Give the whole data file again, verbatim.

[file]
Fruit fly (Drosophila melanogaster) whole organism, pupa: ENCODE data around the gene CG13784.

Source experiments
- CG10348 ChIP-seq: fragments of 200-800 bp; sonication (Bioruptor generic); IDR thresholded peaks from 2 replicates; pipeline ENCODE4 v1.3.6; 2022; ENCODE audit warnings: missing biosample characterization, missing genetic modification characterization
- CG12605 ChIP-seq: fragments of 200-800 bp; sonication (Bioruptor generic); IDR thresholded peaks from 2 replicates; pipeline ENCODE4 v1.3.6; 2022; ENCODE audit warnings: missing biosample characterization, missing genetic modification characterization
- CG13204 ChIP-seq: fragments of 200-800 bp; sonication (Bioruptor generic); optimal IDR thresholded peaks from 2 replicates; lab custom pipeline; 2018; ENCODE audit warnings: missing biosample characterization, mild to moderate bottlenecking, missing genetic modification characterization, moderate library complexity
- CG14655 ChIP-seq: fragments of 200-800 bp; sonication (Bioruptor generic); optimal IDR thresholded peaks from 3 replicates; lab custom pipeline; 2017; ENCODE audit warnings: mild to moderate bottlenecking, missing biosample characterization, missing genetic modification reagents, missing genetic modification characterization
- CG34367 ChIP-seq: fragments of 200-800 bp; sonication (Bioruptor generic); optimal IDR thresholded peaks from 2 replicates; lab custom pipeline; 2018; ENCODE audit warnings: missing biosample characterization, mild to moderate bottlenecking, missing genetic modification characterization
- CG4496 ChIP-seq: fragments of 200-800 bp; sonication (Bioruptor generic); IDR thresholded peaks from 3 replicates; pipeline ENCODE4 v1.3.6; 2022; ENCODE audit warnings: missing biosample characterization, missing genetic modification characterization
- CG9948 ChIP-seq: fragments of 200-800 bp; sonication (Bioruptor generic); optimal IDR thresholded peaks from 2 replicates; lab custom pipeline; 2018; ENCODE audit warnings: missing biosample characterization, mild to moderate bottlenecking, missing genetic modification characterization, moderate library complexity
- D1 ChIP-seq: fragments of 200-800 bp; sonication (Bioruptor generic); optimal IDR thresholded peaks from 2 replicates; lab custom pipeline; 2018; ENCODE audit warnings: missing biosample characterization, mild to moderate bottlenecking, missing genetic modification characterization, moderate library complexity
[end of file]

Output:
Fruit fly (Drosophila melanogaster) whole organism, pupa: ENCODE data around the gene CG13784.

Source experiments
- CG10348 ChIP-seq: fragments of 200-800 bp; sonication (Bioruptor generic); IDR thresholded peaks from 2 replicates; pipeline ENCODE4 v1.3.6; 2022; ENCODE audit warnings: missing biosample characterization, missing genetic modification characterization
- CG12605 ChIP-seq: fragments of 200-800 bp; sonication (Bioruptor generic); IDR thresholded peaks from 2 replicates; pipeline ENCODE4 v1.3.6; 2022; ENCODE audit warnings: missing biosample characterization, missing genetic modification characterization
- CG13204 ChIP-seq: fragments of 200-800 bp; sonication (Bioruptor generic); optimal IDR thresholded peaks from 2 replicates; lab custom pipeline; 2018; ENCODE audit warnings: missing biosample characterization, mild to moderate bottlenecking, missing genetic modification characterization, moderate library complexity
- CG14655 ChIP-seq: fragments of 200-800 bp; sonication (Bioruptor generic); optimal IDR thresholded peaks from 3 replicates; lab custom pipeline; 2017; ENCODE audit warnings: mild to moderate bottlenecking, missing biosample characterization, missing genetic modification reagents, missing genetic modification characterization
- CG34367 ChIP-seq: fragments of 200-800 bp; sonication (Bioruptor generic); optimal IDR thresholded peaks from 2 replicates; lab custom pipeline; 2018; ENCODE audit warnings: missing biosample characterization, mild to moderate bottlenecking, missing genetic modification characterization
- CG4496 ChIP-seq: fragments of 200-800 bp; sonication (Bioruptor generic); IDR thresholded peaks from 3 replicates; pipeline ENCODE4 v1.3.6; 2022; ENCODE audit warnings: missing biosample characterization, missing genetic modification characterization
- CG9948 ChIP-seq: fragments of 200-800 bp; sonication (Bioruptor generic); optimal IDR thresholded peaks from 2 replicates; lab custom pipeline; 2018; ENCODE audit warnings: missing biosample characterization, mild to moderate bottlenecking, missing genetic modification characterization, moderate library complexity
- D1 ChIP-seq: fragments of 200-800 bp; sonication (Bioruptor generic); optimal IDR thresholded peaks from 2 replicates; lab custom pipeline; 2018; ENCODE audit warnings: missing biosample characterization, mild to moderate bottlenecking, missing genetic modification characterization, moderate library complexity